The United States lifted Wednesday a cap on the amount of ethanol that can be blended into gasoline for vehicles for the first time in more than 30 years, calling it a step toward energy independence.
In response to a request from the ethanol industry, the US Environmental Protection Agency said it would now allow ethanol to make up 15 percent of vehicle fuel, up from a previous limit of 10 percent -- known as the E10 standard.
The new E15 limit only applies to cars and light trucks built since 2007, the EPA said.
EPA chief Lisa Jackson made the decision after extensive Department of Energy (DoE) testing and reviewing data on E15's impact on engine durability and emissions, the agency said in a statement.
"Thorough testing has now shown that E15 does not harm emissions control equipment in newer cars and light trucks," Jackson said.
"Wherever sound science and the law support steps to allow more home-grown fuels in America?s vehicles, this administration takes those steps," she added.
Growth Energy, a green energy activist group, and 54 ethanol manufacturers filed the petition with the EPA in March 2009 seeking the increase in the so-called "blend wall" from E10 to E15.
Growth Energy argues the increase will create as many as 136,000 new jobs in the United States and eliminate as much as 20 million tonnes of greenhouse-gas emissions from the air in a year -- the equivalent of taking 10.5 million vehicles off the road.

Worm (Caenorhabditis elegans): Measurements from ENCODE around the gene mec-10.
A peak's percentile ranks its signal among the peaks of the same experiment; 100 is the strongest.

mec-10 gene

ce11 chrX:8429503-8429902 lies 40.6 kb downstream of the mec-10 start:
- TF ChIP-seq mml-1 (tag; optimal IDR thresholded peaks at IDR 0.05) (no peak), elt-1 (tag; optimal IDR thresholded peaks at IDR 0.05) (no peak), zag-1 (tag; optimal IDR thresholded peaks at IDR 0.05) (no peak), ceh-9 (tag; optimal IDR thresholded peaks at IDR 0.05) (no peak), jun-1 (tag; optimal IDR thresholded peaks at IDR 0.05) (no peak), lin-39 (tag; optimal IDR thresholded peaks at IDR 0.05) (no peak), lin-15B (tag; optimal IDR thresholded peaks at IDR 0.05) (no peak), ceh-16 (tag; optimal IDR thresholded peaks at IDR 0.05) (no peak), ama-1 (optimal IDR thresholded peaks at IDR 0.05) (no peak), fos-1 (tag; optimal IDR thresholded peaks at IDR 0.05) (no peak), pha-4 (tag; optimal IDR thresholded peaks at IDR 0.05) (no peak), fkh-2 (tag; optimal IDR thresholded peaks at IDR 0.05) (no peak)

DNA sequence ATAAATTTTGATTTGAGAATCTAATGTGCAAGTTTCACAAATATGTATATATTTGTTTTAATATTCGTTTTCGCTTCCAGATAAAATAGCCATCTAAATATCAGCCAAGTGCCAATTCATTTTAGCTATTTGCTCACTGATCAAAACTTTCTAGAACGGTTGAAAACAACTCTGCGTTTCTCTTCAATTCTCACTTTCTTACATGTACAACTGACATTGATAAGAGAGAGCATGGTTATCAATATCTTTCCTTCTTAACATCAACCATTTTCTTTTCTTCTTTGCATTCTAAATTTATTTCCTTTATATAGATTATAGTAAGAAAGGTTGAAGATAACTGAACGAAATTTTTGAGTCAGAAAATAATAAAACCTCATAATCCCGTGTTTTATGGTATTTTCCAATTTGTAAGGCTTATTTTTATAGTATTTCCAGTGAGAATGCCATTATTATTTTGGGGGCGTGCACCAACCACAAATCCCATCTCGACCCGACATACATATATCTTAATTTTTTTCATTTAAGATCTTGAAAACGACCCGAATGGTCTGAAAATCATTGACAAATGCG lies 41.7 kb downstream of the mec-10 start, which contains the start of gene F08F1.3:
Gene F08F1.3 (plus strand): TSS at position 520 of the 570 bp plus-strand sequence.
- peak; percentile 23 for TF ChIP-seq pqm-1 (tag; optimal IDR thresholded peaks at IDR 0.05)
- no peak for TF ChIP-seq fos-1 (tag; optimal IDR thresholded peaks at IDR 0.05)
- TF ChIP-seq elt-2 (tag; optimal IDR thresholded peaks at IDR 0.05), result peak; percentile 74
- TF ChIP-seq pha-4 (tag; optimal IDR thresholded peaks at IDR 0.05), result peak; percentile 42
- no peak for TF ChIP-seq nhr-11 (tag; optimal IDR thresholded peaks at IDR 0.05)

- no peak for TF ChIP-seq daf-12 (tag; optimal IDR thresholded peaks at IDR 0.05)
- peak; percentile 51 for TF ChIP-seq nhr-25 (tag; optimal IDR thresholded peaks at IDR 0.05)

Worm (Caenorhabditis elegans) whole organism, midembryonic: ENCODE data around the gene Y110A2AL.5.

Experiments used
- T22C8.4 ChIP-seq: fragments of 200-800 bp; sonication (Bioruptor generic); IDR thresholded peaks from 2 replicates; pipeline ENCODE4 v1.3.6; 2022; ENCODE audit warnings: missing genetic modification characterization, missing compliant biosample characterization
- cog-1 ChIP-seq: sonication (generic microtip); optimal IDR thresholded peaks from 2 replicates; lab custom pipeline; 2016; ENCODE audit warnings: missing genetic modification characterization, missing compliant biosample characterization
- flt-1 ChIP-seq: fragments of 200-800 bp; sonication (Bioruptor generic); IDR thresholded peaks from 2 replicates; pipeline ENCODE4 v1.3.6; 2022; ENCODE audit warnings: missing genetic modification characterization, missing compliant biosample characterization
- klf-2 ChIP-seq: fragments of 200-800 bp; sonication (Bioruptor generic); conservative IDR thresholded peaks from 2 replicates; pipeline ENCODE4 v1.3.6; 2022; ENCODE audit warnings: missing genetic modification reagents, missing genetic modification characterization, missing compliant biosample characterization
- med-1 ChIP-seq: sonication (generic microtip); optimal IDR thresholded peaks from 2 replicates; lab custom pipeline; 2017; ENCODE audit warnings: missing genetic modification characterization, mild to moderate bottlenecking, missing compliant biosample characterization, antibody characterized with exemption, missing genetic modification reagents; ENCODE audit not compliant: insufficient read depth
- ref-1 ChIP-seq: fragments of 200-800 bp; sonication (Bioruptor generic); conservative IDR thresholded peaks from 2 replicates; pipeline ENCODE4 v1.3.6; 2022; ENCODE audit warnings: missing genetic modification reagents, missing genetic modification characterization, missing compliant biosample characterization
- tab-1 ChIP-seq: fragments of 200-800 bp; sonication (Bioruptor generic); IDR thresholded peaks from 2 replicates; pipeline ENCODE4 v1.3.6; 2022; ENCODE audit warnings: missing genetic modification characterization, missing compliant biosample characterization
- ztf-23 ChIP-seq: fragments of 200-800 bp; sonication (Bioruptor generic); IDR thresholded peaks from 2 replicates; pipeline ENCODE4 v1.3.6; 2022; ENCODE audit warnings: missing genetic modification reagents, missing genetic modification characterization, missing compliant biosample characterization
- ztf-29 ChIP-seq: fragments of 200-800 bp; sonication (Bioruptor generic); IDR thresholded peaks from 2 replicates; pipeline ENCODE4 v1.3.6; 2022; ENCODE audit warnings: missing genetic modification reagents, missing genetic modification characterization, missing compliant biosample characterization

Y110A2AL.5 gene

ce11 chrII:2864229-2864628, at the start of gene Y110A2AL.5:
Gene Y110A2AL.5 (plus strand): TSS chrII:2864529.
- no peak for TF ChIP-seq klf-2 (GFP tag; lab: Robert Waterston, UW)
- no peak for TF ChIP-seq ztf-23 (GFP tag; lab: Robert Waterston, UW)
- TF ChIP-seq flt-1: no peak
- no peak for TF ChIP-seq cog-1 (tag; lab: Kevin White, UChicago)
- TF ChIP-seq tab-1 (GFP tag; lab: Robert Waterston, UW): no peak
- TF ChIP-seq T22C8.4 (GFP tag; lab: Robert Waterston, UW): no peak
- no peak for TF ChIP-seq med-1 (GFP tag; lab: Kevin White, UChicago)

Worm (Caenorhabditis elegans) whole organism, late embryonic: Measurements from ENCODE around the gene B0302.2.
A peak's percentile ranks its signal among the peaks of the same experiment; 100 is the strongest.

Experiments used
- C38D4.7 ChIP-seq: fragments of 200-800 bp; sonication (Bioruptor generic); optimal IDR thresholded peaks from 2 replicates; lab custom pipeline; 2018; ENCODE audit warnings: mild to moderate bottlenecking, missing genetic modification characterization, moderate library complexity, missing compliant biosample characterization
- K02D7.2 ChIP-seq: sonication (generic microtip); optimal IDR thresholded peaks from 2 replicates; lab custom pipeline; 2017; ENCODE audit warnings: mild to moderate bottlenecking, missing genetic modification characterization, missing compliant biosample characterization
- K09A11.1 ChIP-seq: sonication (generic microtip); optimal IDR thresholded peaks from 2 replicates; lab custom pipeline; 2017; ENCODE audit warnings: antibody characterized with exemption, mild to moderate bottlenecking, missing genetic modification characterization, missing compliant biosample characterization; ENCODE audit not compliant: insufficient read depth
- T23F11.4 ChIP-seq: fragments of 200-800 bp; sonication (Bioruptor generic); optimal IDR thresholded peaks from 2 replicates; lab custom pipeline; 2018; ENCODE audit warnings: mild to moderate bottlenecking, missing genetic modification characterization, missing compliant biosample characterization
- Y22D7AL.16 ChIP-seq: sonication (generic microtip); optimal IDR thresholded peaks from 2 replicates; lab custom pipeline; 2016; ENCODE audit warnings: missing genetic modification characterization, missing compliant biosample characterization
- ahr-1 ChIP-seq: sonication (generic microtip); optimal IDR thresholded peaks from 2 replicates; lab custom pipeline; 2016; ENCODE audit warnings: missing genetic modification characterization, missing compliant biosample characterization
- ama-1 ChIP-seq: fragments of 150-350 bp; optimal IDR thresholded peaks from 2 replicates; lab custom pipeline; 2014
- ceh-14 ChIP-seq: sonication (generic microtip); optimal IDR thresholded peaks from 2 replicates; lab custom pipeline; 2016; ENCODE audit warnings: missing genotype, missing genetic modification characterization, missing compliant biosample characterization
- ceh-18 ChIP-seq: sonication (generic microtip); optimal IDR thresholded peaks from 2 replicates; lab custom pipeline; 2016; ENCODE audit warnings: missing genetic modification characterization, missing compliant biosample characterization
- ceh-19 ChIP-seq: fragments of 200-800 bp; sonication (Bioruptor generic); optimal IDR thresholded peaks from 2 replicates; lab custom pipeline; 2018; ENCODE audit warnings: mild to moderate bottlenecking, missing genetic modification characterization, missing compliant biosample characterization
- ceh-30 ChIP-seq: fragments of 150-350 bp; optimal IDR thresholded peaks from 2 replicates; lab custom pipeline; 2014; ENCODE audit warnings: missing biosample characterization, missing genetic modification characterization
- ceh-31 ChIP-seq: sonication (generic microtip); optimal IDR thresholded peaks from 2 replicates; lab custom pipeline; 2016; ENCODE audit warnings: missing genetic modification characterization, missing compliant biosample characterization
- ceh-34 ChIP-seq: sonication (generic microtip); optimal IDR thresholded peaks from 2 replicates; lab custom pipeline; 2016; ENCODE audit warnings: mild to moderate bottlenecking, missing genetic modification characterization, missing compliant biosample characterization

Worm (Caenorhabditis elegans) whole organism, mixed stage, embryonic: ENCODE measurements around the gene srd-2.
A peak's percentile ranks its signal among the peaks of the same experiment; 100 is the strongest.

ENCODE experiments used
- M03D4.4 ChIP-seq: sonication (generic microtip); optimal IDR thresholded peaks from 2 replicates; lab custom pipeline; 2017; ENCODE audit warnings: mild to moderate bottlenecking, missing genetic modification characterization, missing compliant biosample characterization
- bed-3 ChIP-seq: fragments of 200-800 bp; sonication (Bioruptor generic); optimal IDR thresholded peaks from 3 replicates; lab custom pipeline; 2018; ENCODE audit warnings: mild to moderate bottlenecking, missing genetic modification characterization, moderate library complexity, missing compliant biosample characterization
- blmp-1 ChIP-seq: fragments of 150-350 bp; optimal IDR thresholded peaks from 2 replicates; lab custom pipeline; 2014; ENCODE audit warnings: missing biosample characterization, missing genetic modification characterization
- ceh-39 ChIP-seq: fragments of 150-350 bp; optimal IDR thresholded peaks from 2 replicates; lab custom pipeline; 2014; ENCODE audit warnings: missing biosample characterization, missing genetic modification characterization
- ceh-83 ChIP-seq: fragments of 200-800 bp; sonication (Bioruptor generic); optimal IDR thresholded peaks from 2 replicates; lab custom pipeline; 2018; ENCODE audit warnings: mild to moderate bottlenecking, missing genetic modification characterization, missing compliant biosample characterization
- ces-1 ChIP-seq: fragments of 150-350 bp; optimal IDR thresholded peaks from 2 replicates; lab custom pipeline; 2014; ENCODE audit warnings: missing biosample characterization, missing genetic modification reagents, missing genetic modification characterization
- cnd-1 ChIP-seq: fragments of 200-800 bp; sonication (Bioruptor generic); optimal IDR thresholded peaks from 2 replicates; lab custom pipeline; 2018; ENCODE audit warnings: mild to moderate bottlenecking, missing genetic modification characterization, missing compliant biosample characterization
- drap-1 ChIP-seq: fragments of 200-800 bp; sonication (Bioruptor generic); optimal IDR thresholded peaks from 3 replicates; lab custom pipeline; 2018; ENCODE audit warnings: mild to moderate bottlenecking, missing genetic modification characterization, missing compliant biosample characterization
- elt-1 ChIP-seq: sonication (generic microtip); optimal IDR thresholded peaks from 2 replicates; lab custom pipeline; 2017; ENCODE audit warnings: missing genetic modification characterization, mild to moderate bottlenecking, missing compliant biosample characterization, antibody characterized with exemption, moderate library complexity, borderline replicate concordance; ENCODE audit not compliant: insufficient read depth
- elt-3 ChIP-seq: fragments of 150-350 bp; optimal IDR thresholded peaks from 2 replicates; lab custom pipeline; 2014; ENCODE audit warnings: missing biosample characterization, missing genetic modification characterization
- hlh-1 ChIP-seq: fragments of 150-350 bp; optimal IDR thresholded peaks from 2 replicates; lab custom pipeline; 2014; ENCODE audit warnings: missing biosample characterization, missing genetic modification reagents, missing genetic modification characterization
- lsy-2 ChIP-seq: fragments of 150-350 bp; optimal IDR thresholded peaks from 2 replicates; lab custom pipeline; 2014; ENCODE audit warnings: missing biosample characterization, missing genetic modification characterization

Increasing the domestic, renewable fuel supply would also displace some of the 12 million barrels of oil that is imported every day into the United States from countries such as Venezuela, Saudi Arabia and the United Arab Emirates, the group said.
The EPA said it would make a decision on the use of E15 in model year 2001 to 2006 vehicles after it receives the results of additional DoE testing, expected to be completed in November.
However, it said, no waiver was being granted this year for E15 use in model year 2000 and older cars and light trucks -- or in any motorcycles, heavy-duty vehicles, or non-road engines -- due to the current lack of testing data to support such a waiver.
Since 1979, E10 has been the US limit for all conventional cars and light trucks, and non-road vehicles.